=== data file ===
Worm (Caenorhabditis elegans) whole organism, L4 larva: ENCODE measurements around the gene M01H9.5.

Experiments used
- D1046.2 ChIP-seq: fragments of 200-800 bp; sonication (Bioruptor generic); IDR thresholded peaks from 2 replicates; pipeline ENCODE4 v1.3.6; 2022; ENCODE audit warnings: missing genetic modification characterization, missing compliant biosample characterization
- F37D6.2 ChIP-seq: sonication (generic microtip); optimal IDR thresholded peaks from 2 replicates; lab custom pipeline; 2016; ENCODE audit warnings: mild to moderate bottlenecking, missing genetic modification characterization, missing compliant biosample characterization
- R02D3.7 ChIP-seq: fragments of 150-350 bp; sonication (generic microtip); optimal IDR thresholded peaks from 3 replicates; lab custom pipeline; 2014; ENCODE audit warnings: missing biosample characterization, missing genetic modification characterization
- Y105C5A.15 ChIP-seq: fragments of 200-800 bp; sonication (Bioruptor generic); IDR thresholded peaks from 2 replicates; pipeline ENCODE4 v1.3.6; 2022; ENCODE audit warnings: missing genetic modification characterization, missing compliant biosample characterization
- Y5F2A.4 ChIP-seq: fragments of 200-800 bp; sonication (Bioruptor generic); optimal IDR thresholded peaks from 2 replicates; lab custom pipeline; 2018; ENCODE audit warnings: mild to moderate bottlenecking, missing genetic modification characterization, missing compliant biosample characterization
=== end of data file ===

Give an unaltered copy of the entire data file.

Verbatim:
Worm (Caenorhabditis elegans) whole organism, L4 larva: ENCODE measurements around the gene M01H9.5.

Experiments used
- D1046.2 ChIP-seq: fragments of 200-800 bp; sonication (Bioruptor generic); IDR thresholded peaks from 2 replicates; pipeline ENCODE4 v1.3.6; 2022; ENCODE audit warnings: missing genetic modification characterization, missing compliant biosample characterization
- F37D6.2 ChIP-seq: sonication (generic microtip); optimal IDR thresholded peaks from 2 replicates; lab custom pipeline; 2016; ENCODE audit warnings: mild to moderate bottlenecking, missing genetic modification characterization, missing compliant biosample characterization
- R02D3.7 ChIP-seq: fragments of 150-350 bp; sonication (generic microtip); optimal IDR thresholded peaks from 3 replicates; lab custom pipeline; 2014; ENCODE audit warnings: missing biosample characterization, missing genetic modification characterization
- Y105C5A.15 ChIP-seq: fragments of 200-800 bp; sonication (Bioruptor generic); IDR thresholded peaks from 2 replicates; pipeline ENCODE4 v1.3.6; 2022; ENCODE audit warnings: missing genetic modification characterization, missing compliant biosample characterization
- Y5F2A.4 ChIP-seq: fragments of 200-800 bp; sonication (Bioruptor generic); optimal IDR thresholded peaks from 2 replicates; lab custom pipeline; 2018; ENCODE audit warnings: mild to moderate bottlenecking, missing genetic modification characterization, missing compliant biosample characterization